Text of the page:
There were a number of references to land hoarding and the question of whether land is being held or not. Mr. Sweetman's reply was very much on incentivisation and the freeing up of land for the market. Others might believe there should be a carrot-and-stick approach, whereby the stick side might be the taxation of land hoarding. Quite clearly, within the resources available there are only certain incentives that can be given. To address what is needed in the public good, is there another side that should be examined? Should it be dealt with in parallel, such that there would be a carrot and stick where the hoarding of land, particularly in areas where services are available and when we are facing a national emergency, would be addressed? Do we have to have the other side of the equation? Mr. Sweetman might address all those questions together.
Mr. Patrick Sweetman:
A fair number of points were made. With regard to Deputy Coppinger's point, I did not actually make any suggestion that local authorities had enough lands. Somebody else made that suggestion. What I was saying was that for local authorities to access the additional lands they require, it would be far cheaper, much more efficient and much quicker for them to buy them on the open market rather than using a CPO procedure, which would be slower and ultimately much more expensive.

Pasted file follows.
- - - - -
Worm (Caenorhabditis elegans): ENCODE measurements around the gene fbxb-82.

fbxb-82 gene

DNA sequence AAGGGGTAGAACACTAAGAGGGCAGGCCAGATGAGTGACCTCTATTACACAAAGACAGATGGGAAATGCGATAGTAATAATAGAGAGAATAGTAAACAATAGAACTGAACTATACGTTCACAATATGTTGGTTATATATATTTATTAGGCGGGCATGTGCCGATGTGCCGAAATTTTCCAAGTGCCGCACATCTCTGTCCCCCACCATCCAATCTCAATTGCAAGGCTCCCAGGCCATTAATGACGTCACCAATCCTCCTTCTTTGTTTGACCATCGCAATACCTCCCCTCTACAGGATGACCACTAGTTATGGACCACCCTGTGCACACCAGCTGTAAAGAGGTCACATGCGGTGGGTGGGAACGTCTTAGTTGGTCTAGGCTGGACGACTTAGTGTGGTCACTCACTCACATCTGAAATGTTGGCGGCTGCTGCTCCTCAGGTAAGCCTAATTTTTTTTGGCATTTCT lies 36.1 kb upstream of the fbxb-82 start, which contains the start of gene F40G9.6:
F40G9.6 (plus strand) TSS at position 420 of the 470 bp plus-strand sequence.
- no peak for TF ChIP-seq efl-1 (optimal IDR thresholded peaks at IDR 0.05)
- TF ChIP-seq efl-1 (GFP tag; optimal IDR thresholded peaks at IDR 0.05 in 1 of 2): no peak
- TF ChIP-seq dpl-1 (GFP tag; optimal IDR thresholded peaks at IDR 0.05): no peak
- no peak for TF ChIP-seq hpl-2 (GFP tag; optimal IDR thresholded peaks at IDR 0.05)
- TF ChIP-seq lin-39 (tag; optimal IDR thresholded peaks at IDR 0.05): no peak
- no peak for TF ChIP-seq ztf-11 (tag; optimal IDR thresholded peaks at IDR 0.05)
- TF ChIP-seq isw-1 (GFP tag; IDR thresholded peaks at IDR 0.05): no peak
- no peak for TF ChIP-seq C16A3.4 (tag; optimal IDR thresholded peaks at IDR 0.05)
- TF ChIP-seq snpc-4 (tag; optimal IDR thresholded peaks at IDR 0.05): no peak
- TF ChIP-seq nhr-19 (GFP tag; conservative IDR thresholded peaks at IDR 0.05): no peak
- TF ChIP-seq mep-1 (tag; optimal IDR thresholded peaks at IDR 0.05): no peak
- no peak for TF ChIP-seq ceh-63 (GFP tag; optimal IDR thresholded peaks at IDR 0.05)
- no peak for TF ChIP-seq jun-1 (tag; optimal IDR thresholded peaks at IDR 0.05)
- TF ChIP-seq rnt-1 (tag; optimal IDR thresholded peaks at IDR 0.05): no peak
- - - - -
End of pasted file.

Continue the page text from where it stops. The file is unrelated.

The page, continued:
I did not quite address Deputy O'Rourke's question on whether one could use a CPO to acquire land at a discounted price. That is probably the essence of what he was asking.
There has been discussion previously concerning constitutional issues and what is the actual constitutional position. We heard it earlier again today with reference to the Kenny report. Many other commentators have always suggested that if one is seeking to take in land at less than the current open market value, that is a constitutional issue. I cannot really put that one much further.